Football, the game that brings fans from all walks of life together. Ever looked at the person next to you or in front of you at the Cottage? Perhaps the person on the train to and from the game and just started talking to them as if you know each other even though you are complete strangers? People that you wouldn’t ever contemplate saying hello to in your everyday life but know they are Fulham fans, knowing they are “one of us” completely changes the attitude we have towards them.
Just think about someone you talk to every day because of Fulham or that you travel home and away to the games with that you would never have known without the mutual support for the club. Fulham has given me some of my closest friends. Even though 95% of all talk is Fulham related they are more than just fellow supporters to me and they come from all walks of life and all different parts of the country or world.
I had an experience once that I would like to share with you. It’s something that has always stuck in the back of my mind and he’s a gentleman that I’ll never forget. Having said that I’ve forgotten his name… but out of respect for him, I’m not going to make one up. His name doesn’t matter for the purposes of the story. I’m 30 now but straight from school I did an apprenticeship as a carpenter. I was 17 when we started a double storey extension for this old Jamaican couple, I’m guessing who were in their late seventies, living in Peckham. Now you’ve got to remember that I was an apprentice, so I let the others discuss the progress of the work with them. I was also a teenager and a local lad. The gentleman was in his late seventies, strong accent, different culture and different interests.
Even though a lot of my friends were from families that originated from places like the Caribbean, this particular gentleman and I didn’t seem to have anything in common and our conversations never developed past a polite hello. His wife would always be out and about whilst he stayed home in front of the TV at the front of the house. He never offered cups of tea, never came to check on us and upon leaving for the day we would be lucky to get a goodbye. This continued for a good 3 weeks until one Friday as we were packing up, the gentleman overheard me looking ahead to the Football at the weekend with the other lads. He interrupted us to ask who we supported (the typical Millwall and Arsenal fans were with me at the time).
“What about You?” he asked as he turned towards me. I chuckled to myself and said what I normally say when I’m asked that question in South East London because it’s so rare, “you will never guess it” I replied. Then he might as well have got the liquorice out cos he was throwing all sorts at me… Palace, Everton, QPR, Leyton Orient, Charlton… I think he even said Southend! Eventually, he gave up and played me at my own game. “Well funny enough you will never guess who I support either.”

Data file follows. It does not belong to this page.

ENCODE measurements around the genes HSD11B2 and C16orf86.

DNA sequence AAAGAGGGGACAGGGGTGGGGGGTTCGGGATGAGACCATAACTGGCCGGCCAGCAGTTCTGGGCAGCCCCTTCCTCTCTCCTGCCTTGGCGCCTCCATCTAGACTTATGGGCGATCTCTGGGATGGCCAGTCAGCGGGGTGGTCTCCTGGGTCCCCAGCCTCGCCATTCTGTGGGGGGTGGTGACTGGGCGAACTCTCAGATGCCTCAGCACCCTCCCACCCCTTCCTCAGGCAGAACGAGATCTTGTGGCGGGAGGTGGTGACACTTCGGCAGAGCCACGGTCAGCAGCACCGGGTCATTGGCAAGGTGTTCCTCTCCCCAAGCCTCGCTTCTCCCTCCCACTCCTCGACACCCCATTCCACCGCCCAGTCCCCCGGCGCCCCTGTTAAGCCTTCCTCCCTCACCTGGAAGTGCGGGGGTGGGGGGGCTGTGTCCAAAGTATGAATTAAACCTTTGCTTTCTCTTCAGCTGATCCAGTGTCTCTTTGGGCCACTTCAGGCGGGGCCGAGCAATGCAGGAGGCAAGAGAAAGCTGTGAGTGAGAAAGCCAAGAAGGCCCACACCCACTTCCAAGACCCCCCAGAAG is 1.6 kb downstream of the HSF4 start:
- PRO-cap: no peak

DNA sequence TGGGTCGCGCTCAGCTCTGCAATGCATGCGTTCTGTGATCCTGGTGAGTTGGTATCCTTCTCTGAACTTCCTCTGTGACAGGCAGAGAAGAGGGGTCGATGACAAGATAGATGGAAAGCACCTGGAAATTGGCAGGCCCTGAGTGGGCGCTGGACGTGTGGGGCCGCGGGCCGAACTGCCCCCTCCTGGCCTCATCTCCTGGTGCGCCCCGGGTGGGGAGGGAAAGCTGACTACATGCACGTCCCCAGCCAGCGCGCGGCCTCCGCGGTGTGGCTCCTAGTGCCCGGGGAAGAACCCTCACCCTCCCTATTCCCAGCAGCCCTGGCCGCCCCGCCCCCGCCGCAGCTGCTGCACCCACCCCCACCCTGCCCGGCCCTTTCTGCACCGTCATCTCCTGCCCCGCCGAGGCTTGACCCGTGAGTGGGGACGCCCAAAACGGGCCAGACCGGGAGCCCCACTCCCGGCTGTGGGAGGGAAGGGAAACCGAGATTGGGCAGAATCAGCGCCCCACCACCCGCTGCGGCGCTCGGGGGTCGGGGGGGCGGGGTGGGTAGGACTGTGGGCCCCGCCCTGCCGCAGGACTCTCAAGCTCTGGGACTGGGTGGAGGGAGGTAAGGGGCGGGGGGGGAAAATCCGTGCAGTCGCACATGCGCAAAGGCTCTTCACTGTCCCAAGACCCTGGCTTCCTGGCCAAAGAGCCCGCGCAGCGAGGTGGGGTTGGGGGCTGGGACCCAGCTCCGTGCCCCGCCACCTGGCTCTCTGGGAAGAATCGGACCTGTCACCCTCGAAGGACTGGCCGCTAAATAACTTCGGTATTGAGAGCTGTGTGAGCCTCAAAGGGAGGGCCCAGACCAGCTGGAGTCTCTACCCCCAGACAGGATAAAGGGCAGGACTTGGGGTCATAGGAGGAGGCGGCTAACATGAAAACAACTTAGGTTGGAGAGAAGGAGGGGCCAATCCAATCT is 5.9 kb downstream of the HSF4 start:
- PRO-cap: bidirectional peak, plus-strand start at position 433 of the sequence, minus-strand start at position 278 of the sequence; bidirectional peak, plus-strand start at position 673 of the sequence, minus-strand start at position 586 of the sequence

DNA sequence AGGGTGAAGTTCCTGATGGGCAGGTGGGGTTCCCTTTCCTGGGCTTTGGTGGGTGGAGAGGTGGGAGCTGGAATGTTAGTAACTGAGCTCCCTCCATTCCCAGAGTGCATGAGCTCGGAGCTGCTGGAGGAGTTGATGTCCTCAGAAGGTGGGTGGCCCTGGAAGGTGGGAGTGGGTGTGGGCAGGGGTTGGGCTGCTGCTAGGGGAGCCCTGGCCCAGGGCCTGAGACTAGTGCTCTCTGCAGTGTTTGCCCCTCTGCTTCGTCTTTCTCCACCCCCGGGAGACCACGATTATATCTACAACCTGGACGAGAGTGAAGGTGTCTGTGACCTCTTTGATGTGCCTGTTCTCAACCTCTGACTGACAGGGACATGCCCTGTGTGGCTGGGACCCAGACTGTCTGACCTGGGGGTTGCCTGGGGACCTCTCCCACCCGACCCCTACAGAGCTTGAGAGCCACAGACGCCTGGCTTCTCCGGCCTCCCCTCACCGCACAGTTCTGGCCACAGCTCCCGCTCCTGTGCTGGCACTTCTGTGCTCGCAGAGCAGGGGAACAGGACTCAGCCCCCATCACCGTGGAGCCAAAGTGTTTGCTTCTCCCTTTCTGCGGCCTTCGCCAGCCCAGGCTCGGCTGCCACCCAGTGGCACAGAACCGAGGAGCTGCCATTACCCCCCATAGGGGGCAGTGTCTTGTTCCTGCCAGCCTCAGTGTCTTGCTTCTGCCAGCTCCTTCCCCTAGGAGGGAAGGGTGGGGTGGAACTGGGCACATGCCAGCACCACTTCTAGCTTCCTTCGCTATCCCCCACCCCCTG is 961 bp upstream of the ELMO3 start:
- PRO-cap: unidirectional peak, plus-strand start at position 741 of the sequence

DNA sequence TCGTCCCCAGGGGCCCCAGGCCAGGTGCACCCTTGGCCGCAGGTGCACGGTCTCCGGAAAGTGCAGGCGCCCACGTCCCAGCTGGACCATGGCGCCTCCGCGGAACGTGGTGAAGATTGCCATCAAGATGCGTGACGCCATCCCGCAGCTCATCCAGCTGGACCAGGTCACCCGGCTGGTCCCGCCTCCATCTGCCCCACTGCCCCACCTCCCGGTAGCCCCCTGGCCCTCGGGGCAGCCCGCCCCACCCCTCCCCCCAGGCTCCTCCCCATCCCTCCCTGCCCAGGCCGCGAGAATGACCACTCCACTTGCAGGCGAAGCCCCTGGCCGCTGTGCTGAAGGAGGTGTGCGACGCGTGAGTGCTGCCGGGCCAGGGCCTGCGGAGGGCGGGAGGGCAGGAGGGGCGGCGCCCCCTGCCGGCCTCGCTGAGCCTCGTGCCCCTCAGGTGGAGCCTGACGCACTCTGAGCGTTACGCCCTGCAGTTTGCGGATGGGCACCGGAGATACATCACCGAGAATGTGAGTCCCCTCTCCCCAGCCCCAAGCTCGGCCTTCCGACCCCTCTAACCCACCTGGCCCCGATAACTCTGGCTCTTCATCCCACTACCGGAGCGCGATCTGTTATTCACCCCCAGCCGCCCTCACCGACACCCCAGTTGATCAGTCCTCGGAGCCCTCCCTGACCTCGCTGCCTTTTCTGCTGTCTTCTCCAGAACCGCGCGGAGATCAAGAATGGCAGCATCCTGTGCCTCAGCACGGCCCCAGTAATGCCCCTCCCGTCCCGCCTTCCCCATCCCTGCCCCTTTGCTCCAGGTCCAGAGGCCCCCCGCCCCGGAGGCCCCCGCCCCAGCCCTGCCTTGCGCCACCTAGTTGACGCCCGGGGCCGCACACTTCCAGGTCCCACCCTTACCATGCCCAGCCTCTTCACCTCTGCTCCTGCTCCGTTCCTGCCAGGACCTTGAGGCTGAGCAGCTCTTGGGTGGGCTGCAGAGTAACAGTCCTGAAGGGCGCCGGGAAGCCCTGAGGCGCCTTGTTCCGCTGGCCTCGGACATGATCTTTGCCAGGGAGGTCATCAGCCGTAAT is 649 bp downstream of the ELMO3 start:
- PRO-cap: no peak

So, off I went naming every club I could think of. Likewise, soon giving up and confessing “I support Fulham.” There was a slight pause as it registered with him that I was a Fulham fan. “Me too!” he shouted as he leapt into the air. He called for his wife to come through “This boy supports Fulham too” to which she replied (and I’ll always remember it) “Oh God, there’s two of you!”
My colleagues were getting fed up with me because it was a Friday afternoon and I was too busy chatting away about Fulham instead of packing up. He said when he came over in the fifties, that he loved football and he needed a club to support. Johnny Haynes was the man at the time, so he chose Fulham and had loved them ever since. He showed me his photos in the living room, including one of him standing outside the Cottage and there was a painting of the Cottage on the wall. It was incredible that this was all in front of my eyes, but I hadn’t noticed it. On the Monday when we returned we were greeted at the door with bacon sandwiches and the kettle was on. He had gone out on the Sunday and bought loads of papers so that I could see the match reports just in case I hadn’t read them yet, and he stood in the doorway at the back where we were working pretty much the whole day chatting away. At lunchtime we were offered sandwiches, he had found loads of old photos and newspaper cut-outs from years gone by to show me and I’ve never drunk so much tea in my life! This continued for the duration of the job, in fact, the gentleman said at one point that he didn’t want us to finish because he would miss us.
The contrast between before and after we knew we shared Fulham in common was quite incredible and an experience that I’ll never forget and doubt I will experience again. It taught me a very valuable lesson about supporting Fulham. I assumed because my grandad came from Battersea and had passed Fulham down to my mum, then onto me and my sister that we were of Fulham blood and that a gentleman from Jamaica living in Peckham simply wouldn’t be. I’m glad I met him because he made me realise that it doesn’t matter why or how you support Fulham. We aren’t the sort of club who have supporters for the glory, Fulham reaches out to you for the right reasons because it’s much easier supporting a club who win things if that’s your motivation. But he loved Fulham as much as me, his enthusiasm for the club was very clear to see and it was a joy listening to all his stories.
I wish I could remember his name, but it sadly escapes me and I haven’t seen him since. That was a good 13 years ago and I really hope that he’s still going strong supporting the Whites. Who knows, maybe he already knows about Fulham Focus and is reading this right now.
I really hope so…